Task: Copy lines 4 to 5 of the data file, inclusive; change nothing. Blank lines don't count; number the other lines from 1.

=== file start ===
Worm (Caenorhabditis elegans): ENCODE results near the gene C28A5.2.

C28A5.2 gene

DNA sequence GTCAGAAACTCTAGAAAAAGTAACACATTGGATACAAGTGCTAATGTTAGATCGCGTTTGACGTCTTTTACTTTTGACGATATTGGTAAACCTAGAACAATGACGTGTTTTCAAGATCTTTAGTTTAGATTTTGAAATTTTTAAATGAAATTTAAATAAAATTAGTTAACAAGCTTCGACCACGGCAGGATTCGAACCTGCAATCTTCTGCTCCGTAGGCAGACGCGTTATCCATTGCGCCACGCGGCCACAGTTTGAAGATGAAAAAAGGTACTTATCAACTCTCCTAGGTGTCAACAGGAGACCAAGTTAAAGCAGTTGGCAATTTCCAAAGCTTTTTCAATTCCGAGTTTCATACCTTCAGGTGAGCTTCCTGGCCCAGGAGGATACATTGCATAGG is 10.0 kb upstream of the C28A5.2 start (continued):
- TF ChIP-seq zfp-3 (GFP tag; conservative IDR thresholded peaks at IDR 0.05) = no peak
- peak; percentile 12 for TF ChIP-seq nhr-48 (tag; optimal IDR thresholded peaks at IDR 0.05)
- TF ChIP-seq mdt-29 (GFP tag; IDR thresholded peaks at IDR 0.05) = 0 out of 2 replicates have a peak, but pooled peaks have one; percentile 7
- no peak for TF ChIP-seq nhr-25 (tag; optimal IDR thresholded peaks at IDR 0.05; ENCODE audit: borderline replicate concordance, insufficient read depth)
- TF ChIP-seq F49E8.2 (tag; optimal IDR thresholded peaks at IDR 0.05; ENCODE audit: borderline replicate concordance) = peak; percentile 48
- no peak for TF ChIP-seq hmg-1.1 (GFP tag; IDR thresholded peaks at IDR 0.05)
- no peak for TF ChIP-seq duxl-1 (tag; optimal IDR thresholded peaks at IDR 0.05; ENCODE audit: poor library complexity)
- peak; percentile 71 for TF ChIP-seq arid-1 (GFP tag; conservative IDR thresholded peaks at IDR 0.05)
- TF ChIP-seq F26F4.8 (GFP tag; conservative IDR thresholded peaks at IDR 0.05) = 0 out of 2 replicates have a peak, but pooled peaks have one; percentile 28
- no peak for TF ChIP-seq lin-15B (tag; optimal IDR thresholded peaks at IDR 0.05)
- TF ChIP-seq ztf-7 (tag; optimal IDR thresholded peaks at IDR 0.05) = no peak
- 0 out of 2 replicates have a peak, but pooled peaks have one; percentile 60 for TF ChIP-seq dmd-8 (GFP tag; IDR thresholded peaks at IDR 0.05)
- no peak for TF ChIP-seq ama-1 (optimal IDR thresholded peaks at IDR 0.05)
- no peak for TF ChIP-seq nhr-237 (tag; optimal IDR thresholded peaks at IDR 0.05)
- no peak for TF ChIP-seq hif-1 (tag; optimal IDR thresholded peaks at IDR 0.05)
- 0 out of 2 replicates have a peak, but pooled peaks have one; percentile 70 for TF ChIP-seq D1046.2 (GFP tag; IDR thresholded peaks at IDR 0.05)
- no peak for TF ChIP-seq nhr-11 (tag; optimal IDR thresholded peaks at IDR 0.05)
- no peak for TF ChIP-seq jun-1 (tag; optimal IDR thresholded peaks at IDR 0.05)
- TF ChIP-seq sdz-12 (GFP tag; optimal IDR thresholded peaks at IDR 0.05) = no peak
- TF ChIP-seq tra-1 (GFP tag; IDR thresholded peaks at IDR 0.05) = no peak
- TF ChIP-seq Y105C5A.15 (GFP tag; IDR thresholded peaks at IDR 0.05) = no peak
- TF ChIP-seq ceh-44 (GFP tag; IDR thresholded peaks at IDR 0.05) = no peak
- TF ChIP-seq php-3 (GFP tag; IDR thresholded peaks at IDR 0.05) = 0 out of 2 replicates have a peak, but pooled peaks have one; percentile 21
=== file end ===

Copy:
- TF ChIP-seq zfp-3 (GFP tag; conservative IDR thresholded peaks at IDR 0.05) = no peak
- peak; percentile 12 for TF ChIP-seq nhr-48 (tag; optimal IDR thresholded peaks at IDR 0.05)